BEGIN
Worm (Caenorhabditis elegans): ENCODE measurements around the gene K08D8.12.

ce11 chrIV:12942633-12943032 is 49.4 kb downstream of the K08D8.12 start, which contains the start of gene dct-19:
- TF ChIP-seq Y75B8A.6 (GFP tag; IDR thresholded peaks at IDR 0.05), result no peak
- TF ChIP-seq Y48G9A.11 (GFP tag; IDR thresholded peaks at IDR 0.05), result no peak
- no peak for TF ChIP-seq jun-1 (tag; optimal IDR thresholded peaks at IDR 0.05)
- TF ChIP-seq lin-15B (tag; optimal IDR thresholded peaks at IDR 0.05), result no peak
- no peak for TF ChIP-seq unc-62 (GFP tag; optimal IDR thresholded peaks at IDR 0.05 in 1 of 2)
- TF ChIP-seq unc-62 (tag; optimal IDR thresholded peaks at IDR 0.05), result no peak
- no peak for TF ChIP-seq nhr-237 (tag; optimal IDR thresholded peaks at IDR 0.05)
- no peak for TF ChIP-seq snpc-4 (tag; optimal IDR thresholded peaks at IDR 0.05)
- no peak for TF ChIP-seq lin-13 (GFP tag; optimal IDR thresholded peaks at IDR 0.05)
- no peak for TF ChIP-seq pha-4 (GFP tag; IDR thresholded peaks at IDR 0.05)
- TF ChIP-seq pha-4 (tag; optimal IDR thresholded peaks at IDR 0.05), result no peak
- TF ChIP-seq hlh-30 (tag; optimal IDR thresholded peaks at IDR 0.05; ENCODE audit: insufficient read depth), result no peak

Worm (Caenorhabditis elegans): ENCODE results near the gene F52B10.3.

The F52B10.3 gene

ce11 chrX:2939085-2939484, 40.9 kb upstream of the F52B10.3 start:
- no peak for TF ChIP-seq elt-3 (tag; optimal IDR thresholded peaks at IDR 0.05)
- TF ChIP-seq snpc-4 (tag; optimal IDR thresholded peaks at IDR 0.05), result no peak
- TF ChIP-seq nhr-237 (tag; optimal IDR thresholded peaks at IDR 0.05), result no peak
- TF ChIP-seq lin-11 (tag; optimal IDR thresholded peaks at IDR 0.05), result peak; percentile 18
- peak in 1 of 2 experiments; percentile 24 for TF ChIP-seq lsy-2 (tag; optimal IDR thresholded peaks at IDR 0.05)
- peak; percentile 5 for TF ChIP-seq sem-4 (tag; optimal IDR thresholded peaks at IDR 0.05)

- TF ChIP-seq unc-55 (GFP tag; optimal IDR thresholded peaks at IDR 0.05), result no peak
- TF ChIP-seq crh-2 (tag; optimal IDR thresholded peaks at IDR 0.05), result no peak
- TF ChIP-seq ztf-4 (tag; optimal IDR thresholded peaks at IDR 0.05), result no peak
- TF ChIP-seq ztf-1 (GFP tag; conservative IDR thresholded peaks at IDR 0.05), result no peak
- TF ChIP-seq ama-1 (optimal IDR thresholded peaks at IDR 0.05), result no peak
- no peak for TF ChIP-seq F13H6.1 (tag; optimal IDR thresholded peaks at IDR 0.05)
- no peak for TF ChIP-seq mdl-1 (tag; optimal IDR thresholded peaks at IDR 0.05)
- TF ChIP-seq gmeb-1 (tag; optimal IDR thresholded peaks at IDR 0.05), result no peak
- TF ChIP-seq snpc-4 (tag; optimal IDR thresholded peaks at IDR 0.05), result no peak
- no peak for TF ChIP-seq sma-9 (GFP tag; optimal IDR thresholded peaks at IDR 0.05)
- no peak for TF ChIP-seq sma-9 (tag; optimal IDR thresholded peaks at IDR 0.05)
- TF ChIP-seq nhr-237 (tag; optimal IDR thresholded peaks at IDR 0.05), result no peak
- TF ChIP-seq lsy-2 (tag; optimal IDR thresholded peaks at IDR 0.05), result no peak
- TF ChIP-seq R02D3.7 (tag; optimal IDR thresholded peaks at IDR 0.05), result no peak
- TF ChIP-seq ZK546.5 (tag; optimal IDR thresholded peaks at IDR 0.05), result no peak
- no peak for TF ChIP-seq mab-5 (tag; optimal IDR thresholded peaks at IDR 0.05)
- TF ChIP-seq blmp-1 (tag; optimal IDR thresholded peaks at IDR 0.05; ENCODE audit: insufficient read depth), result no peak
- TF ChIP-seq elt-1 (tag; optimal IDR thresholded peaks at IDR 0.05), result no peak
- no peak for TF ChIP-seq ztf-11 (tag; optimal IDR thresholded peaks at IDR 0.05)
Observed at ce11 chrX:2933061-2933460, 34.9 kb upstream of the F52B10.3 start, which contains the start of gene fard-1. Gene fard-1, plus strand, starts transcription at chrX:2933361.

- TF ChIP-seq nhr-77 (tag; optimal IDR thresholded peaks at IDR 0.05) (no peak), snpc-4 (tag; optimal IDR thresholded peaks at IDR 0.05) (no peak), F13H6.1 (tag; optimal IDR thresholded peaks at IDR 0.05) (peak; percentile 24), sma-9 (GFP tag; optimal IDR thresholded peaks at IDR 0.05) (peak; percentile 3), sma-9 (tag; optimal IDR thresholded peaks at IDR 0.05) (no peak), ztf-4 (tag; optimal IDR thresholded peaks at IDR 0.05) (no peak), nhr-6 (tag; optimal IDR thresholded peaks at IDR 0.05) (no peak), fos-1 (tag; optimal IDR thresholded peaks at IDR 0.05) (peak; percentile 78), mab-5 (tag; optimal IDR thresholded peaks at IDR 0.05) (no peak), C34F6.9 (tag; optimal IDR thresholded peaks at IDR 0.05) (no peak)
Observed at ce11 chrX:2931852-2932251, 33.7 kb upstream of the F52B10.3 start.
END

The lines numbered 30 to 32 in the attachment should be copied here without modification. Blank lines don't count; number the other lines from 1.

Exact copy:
- no peak for TF ChIP-seq mdl-1 (tag; optimal IDR thresholded peaks at IDR 0.05)
- TF ChIP-seq gmeb-1 (tag; optimal IDR thresholded peaks at IDR 0.05), result no peak
- TF ChIP-seq snpc-4 (tag; optimal IDR thresholded peaks at IDR 0.05), result no peak